The report does not identify the government networks that were targeted, but does mention that in 2009, the code was used to infect a social media site used by military personnel living in South Korea. McAfee did not name the military social media site, nor release what language it is in, at the request of US authorities, who cited security issues. South Korea has a military force of 639,000 people and the US has 28,500 military personnel based in the country.
McAfee also said it listed only some of the keywords the malware searched for in its report. It said it withheld many other keywords that indicated the targeting of classified material, at the request of US officials, due to the sensitivity of releasing specific names and programs.
“These included names of individuals, base locations, weapons systems and assets,” Sherstobitoff said.
Choi has made similar discoveries through IssueMakersLab, a research group he and other “white-hat” hackers created.
Results of a report Choi produced were published in April by Boan News, a Seoul-based Web site focused on South Korean security issues, but they did not get broad attention. That report included many search terms not targeted in the McAfee report, including the English-language equivalents of Korean keywords.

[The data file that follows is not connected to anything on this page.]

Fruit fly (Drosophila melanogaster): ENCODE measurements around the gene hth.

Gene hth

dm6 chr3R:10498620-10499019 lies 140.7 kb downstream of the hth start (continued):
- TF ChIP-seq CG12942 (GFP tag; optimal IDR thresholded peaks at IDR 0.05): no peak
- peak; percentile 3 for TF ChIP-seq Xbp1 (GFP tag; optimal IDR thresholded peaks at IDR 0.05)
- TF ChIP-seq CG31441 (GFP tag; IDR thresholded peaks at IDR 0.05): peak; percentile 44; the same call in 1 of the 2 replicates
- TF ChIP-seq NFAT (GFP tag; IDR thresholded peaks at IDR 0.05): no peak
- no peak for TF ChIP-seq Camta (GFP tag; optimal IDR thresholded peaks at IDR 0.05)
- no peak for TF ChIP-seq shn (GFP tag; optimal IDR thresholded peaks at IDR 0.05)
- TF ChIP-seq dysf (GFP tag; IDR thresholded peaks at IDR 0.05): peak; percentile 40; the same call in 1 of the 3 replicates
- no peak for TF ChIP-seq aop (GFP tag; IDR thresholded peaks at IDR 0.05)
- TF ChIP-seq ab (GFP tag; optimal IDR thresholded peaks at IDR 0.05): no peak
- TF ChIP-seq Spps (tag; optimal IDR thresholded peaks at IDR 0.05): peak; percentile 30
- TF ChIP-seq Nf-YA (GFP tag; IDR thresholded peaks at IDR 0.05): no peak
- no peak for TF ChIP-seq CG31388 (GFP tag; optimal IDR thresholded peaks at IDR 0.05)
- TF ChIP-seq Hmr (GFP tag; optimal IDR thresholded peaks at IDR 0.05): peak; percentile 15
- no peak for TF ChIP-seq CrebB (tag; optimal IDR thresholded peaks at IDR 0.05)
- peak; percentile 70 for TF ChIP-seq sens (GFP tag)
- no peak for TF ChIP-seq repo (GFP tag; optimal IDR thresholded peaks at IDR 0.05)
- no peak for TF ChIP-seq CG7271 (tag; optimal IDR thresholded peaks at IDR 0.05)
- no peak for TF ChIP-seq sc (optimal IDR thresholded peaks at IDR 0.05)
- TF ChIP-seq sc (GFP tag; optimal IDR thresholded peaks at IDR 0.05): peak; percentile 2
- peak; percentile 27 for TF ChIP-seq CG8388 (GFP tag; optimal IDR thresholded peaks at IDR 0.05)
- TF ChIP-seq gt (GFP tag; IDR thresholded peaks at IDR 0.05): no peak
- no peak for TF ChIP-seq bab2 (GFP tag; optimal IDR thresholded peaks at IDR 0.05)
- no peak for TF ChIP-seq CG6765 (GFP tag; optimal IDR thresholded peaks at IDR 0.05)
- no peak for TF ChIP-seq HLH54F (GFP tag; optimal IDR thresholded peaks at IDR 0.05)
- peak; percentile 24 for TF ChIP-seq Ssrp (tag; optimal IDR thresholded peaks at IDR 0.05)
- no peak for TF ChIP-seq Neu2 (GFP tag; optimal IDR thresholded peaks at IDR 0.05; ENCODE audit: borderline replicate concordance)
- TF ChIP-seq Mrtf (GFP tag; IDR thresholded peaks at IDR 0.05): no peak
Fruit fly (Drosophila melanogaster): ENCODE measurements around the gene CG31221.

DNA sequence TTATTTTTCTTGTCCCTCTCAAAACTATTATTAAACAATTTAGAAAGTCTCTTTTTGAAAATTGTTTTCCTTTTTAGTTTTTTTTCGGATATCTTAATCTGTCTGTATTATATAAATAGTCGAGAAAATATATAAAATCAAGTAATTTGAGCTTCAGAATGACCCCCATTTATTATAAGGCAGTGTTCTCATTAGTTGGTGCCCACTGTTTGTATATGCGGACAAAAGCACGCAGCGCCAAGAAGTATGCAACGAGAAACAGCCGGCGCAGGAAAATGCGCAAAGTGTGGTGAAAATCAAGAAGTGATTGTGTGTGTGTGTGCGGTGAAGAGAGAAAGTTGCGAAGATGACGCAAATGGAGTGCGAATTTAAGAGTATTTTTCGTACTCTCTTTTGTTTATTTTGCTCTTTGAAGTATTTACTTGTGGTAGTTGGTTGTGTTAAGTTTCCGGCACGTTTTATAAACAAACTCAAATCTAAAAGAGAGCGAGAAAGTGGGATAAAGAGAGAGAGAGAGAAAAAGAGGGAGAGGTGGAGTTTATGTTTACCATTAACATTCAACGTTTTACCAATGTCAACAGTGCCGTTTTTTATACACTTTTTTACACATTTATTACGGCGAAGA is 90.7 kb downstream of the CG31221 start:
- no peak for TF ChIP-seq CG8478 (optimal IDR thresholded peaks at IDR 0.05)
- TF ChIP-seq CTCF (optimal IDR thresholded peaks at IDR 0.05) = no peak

Both McAfee and IssueMakersLab found that any documents, reports and even PowerPoint files with military keywords on infected computers would have been copied and sent back to the attackers.
The attackers are also able to erase hard drives en masse by uploading malware and sending remote-control commands, which is what happened on March 20.
Before that attack, hackers had been sending spy malware on domestic networks for months, giving them the ability to gather information about how their internal servers work, what Web sites the users visit and which computers are responsible for security, the researchers found. This information would have been crucial for planning the coordinated attacks on banks and TV networks.
Anti-virus software and safe practices such as avoiding links and attachments on suspicious e-mails can prevent computers from infection, but the March attack shows how difficult this can be to accomplish on a broad scale. Ironically, some of the malicious codes used were disguised as an anti-virus product from Ahnlab Inc, South Korea’s largest anti-virus maker, McAfee said.
McAfee said it shared its findings with US authorities in Seoul who are in close collaboration with South Korean military authorities.
Tim Junio, who studies cyberattacks at Stanford University’s Center for International Security and Cooperation, said the McAfee report provides “pretty compelling evidence that North Korea is responsible” for the attacks in the South by tying the series of hacks to a single source and by showing that users of a military social media site were targeted.
There are clues in the code as well. For example, a password, used over the years to unlock encrypted files, had the number 38 in it, a politically loaded figure for two countries divided on the 38th parallel, security experts said.